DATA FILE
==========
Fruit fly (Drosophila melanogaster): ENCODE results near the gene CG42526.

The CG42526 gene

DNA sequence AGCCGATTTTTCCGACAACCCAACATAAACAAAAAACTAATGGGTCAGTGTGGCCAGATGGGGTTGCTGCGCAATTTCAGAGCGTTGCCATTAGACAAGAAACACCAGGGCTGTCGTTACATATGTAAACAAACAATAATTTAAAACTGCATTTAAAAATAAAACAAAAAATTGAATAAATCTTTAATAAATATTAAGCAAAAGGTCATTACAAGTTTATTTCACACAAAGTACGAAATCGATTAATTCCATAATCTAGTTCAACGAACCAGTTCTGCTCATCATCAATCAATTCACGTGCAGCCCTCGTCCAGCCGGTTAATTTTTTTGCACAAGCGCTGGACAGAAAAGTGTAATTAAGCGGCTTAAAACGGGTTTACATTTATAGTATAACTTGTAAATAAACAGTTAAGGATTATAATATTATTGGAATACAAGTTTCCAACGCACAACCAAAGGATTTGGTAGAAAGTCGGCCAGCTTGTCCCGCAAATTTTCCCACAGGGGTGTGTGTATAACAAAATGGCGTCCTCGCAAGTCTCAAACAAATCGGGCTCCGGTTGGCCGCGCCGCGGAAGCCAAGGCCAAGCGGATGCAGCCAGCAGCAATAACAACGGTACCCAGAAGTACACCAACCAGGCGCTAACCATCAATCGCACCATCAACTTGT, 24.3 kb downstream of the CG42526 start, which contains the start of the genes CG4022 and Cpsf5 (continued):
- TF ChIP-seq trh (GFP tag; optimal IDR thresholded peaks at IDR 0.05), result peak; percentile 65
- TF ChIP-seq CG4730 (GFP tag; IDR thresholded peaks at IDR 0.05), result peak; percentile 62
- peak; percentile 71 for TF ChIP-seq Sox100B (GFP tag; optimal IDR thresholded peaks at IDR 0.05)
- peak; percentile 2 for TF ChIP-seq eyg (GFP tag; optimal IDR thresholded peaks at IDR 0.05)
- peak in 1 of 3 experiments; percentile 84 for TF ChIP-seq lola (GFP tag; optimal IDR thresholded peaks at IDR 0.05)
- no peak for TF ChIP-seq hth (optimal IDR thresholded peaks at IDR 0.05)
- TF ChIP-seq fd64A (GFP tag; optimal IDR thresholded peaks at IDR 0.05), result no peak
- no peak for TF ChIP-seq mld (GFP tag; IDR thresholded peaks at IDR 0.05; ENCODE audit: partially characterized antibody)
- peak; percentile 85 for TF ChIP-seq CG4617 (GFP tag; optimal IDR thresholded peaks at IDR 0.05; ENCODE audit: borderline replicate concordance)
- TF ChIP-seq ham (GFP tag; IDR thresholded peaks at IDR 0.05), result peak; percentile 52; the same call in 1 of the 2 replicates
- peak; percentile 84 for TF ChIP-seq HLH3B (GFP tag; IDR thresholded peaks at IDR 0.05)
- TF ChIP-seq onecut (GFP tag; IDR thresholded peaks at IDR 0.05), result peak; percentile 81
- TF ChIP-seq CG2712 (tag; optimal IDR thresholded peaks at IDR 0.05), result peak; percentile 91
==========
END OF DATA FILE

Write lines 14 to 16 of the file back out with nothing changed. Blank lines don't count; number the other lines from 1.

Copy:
- peak; percentile 84 for TF ChIP-seq HLH3B (GFP tag; IDR thresholded peaks at IDR 0.05)
- TF ChIP-seq onecut (GFP tag; IDR thresholded peaks at IDR 0.05), result peak; percentile 81
- TF ChIP-seq CG2712 (tag; optimal IDR thresholded peaks at IDR 0.05), result peak; percentile 91